Removing cells from Ego 56V battery packs

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deswong

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Jan 20, 2021
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27
Hi all,

I have had success with most other battery packs, however I have a batch of Ego 56V battery packs that I seem unable to extract the cells from.

No matter how carefully I pry the spot welding off, it always results in the positive cap being removed at the same time. They seem to be welded extra solidly compared to other brand batteries. I can barely "roll" the pliers across the top of the cell and break away the spot welding, and any more force I either short out the cell, or pull out the positive cap, leaving an exposed thin wire and/or leaking electrolyte.

Has anyone else here on the forums had success extracting the cells from these battery packs? What's the technique with these ones?

After two battery packs destroyed by different methods of trying to remove these cells, I'm starting to wonder if it is just my technique or if these are a known difficult pack to disassemble?

Regards,
Des.
 

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floydR

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Aug 23, 2017
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1,273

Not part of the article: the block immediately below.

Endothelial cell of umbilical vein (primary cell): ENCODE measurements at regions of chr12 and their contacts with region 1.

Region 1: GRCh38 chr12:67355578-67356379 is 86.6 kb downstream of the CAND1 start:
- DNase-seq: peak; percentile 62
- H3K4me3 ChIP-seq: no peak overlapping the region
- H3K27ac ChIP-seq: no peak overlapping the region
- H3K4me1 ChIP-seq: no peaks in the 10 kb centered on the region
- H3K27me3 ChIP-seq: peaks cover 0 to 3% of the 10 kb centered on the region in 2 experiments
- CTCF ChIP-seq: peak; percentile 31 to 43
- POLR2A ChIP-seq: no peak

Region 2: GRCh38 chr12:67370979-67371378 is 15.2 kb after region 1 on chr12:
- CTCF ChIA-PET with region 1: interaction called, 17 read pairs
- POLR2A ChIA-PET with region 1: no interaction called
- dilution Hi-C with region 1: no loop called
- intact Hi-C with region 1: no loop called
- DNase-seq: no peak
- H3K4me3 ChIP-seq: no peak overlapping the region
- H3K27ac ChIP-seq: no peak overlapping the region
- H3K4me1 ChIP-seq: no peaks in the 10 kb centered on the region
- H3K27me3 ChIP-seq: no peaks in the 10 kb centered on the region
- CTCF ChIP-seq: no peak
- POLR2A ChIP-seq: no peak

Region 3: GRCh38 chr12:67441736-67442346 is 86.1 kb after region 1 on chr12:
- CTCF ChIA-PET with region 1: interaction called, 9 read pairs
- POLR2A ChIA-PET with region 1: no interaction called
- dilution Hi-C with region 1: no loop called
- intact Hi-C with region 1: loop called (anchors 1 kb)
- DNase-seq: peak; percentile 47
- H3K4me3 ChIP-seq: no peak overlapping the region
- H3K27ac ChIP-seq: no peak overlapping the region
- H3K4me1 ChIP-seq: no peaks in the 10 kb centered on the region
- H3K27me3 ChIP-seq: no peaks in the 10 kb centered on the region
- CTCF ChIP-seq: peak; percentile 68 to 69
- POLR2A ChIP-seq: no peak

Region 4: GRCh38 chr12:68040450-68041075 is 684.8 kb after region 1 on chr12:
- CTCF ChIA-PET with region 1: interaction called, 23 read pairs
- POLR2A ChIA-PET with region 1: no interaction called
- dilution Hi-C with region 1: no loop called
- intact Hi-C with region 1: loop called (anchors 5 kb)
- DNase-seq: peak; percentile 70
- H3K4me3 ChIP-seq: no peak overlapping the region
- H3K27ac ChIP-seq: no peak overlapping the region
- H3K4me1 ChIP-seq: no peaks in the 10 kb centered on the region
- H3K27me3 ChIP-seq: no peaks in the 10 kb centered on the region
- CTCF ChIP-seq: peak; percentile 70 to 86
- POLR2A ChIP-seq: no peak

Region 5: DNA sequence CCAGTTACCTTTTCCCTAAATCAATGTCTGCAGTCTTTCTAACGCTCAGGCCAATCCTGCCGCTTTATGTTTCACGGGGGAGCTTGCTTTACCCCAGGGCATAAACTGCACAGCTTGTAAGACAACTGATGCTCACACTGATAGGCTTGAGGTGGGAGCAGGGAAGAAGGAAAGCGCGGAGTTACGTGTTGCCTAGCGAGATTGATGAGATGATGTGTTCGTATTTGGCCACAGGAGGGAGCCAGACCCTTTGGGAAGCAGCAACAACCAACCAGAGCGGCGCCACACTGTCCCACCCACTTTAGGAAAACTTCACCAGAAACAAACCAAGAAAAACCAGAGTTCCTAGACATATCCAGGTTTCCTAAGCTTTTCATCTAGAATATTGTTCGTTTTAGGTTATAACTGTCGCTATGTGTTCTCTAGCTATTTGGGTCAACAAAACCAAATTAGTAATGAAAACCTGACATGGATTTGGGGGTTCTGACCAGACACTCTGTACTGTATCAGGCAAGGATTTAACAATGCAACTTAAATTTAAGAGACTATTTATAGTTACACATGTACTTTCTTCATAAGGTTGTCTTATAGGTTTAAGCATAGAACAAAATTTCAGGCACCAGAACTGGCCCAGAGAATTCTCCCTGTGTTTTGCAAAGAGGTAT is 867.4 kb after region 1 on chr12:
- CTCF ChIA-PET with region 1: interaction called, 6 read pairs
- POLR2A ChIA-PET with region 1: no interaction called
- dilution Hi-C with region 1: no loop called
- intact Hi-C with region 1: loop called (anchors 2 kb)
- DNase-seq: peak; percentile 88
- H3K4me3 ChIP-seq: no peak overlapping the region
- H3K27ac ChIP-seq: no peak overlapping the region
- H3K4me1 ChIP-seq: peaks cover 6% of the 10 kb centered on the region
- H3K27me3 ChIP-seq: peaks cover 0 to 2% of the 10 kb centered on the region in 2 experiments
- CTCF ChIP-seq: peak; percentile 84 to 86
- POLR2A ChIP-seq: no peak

Can You provide a photo of the batteries and the ones damaged? What brand of cells? Twisting instead of rolling/pulling works on A123 LiFePo4 26650 cells. I have never had a positive cap pull off in the thousands of cells I have processed. 18650's or 26650's
I remember a thread a long time ago about EGO batteries but I can't find it EGO is "The search could not be completed because the search keywords were too short, too long, or too common."
Later floyd
 

AI LIFE

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Mar 28, 2021
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just cut the nickle strip and solder to it without seprating from the battery
 

deswong

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Jan 20, 2021
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27
Here are some pictures:

Cell Layout:

View of the nickel strip that is holding the cells in place:

View of one of the cells, when I have rolled back the spot weld after prying the end up:

The strips seem to be really thick nickel, or maybe nickel coated copper(?) as when I have tried to use the mini grinding disc it seems to end up being a smooth copper ring coating on it, which then doesn't cut anything.

The strips are spot welded on top of the plastic, and cutting the strips is really difficult with small cutters, as the strips are flush with the plastic casing.

The last photo doesn't really show it too well, but maybe on the middle photo you can see the positive cap has gone, and there is liquid coming out of this cell.
 

floydR

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Aug 23, 2017
Messages
1,273
The first thing I would do is remove the plastic as much as I could. this will allow you to get under the nickel strip on both sides of the weld with flush cut pliers cut through as much of the weld as you could then see if twisting the weld with the pliers works.

Later floyd
 

deswong